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Wales has seen a downward trend in rates of tuberculosis (TB) over the last decade

Published: 19 September 2023

Wales has seen a 36 per cent decrease in the incidence of TB over the last decade, falling from a peak of 4.6 cases per 100,000 population in 2013 to 2.8 cases per 100,000 people in 2021. There were 90 new cases diagnosed in 2021, and Wales remains well within the WHO definition of a low incidence country, which is anything less than 10 cases per 100,000 annually. The findings have been published in Public Health Wales’ Tuberculosis in Wales Annual Report which includes data to the end of 2021. 

TB is an infection that usually affects the lungs with symptoms including a persistent cough with mucus or blood in it, feeling tired or exhausted, a high temperature or night sweats, loss of appetite, weight loss, generally feeling unwell, among other possible symptoms. Worldwide, TB is the 13th leading cause of death and the second leading infectious killer after Covid-19 (above HIV and AIDS), according to the World Health Organisation (WHO). Ending the global TB epidemic by 2030 is among the United Nations’ Sustainable Development Goals, but incidents of TB in the UK remain very rare. 

Sometimes a person can have TB in their body but experience no symptoms. This is called latent TB. More than half of all newly diagnosed TB cases (64 per cent) in Wales in 2021 were in people born overseas in countries with high rates of TB. It is not known what proportion of these cases are the result of reactivation of latent disease acquired prior to arrival in the UK.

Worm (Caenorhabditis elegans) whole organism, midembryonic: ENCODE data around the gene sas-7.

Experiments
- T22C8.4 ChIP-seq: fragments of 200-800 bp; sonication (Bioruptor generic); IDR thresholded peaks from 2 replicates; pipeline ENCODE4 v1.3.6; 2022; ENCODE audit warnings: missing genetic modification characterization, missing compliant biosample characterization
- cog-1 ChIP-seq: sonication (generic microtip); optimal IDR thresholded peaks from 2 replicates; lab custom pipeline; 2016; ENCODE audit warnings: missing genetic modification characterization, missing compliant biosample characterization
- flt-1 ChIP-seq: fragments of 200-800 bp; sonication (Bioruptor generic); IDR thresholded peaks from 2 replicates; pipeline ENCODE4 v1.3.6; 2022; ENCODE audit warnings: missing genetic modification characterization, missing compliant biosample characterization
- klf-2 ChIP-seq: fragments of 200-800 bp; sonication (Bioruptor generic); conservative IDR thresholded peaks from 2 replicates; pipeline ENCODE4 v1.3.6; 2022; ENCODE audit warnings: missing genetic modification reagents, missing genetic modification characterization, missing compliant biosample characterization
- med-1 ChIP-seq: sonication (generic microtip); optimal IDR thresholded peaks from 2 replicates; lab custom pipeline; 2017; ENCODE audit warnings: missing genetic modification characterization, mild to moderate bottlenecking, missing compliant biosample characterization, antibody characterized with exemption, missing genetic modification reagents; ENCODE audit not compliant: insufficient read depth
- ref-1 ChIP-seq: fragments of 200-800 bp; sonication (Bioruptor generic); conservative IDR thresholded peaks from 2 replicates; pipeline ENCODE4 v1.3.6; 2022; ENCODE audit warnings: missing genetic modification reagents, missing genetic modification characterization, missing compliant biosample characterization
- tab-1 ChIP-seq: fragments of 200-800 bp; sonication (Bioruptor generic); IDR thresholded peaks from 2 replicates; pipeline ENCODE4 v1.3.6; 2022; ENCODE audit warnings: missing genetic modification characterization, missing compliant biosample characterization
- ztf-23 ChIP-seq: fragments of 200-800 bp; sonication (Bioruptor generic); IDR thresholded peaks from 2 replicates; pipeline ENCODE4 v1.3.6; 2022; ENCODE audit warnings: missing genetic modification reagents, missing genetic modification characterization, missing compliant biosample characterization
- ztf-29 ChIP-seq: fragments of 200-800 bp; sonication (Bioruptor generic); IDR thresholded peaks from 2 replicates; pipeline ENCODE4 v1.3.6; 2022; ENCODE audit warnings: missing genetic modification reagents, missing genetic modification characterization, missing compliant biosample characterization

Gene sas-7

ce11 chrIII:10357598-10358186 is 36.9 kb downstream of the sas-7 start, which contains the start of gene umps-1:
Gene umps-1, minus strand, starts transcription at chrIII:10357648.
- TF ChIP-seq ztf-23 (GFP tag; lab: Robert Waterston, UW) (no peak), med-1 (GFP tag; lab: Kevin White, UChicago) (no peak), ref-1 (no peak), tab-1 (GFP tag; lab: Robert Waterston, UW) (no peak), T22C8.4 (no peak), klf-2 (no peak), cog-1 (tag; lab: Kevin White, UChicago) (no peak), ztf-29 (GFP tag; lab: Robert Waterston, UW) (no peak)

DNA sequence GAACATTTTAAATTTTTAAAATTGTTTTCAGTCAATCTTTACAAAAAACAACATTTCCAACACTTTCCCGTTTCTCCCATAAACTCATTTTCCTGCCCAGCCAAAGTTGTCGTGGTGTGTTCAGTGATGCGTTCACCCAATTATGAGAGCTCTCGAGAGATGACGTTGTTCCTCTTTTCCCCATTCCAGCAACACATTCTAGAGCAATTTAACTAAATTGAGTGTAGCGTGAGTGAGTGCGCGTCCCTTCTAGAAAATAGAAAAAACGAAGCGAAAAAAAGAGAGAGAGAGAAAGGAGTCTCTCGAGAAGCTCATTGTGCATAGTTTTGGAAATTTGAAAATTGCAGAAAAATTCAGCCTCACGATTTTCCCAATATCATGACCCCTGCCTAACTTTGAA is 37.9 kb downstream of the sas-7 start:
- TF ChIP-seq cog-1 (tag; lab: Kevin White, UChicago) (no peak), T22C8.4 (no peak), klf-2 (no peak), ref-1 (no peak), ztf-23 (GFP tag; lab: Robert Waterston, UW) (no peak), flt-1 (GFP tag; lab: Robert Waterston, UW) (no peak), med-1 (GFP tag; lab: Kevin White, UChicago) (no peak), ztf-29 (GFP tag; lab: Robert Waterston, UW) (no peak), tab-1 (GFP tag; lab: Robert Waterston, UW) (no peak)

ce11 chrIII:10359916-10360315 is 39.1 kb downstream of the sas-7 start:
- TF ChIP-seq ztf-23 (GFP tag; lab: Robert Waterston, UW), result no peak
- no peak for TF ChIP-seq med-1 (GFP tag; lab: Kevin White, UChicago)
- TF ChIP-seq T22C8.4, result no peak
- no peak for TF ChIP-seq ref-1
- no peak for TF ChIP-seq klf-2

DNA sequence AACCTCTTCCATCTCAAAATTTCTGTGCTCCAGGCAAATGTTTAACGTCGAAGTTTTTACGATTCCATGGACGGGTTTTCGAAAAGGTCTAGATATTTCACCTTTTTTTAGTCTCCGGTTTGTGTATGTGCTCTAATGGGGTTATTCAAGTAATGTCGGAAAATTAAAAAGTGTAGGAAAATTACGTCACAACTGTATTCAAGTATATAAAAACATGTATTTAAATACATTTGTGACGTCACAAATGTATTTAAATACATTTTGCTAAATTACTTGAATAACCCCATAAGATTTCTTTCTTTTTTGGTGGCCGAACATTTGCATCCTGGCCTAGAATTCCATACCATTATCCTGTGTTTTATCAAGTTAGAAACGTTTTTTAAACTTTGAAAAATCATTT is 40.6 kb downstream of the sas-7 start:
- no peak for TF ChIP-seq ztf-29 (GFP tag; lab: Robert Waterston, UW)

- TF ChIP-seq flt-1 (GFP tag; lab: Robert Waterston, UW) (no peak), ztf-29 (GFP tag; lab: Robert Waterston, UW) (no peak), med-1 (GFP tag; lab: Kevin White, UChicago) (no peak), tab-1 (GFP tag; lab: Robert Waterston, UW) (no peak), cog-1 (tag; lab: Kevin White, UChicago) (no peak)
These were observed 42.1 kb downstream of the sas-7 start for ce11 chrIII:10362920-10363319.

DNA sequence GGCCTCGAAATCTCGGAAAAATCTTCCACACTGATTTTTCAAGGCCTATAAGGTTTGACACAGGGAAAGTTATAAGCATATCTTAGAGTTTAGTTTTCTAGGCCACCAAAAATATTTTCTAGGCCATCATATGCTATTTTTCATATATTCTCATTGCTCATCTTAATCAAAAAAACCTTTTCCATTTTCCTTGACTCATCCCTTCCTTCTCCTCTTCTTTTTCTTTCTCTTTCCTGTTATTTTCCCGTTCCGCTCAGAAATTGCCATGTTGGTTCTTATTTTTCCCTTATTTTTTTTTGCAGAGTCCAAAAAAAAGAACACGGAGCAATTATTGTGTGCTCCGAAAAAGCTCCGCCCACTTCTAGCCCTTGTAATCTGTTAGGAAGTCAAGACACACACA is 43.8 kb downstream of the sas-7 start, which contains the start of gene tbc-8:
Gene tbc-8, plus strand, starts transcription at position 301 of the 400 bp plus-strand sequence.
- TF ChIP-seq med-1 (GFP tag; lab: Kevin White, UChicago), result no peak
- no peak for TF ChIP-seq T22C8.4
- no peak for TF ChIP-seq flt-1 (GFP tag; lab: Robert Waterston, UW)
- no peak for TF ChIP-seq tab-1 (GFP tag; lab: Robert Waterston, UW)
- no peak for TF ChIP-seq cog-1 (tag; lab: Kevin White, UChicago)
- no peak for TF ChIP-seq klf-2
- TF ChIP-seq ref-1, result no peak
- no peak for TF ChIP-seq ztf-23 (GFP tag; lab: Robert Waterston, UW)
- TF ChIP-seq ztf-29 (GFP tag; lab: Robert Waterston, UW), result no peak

TB is a treatable disease in most cases. Antibiotics are taken daily for four to six months. Tuberculosis that doesn’t respond to standard drugs is called drug-resistant TB and requires more toxic treatment with different medicines. Trends in drug resistant TB in Wales remain relatively stable with those identified with “any resistance to one or more first line drugs” at 9 per cent of all cases in 2021. 

Professor Daniel Thomas, Consultant Epidemiologist at Public Health Wales, said: “While Wales remains a low prevalence country for TB, and we’ve seen a steady decline in cases over the last decade, efforts should continue to meet World Health Organisation goals to eliminate the disease as a public health threat. 

“Although TB can affect anyone, cases that are identified in Wales are often found in our most vulnerable populations, so addressing this issue presents an opportunity to reduce overall health inequalities.”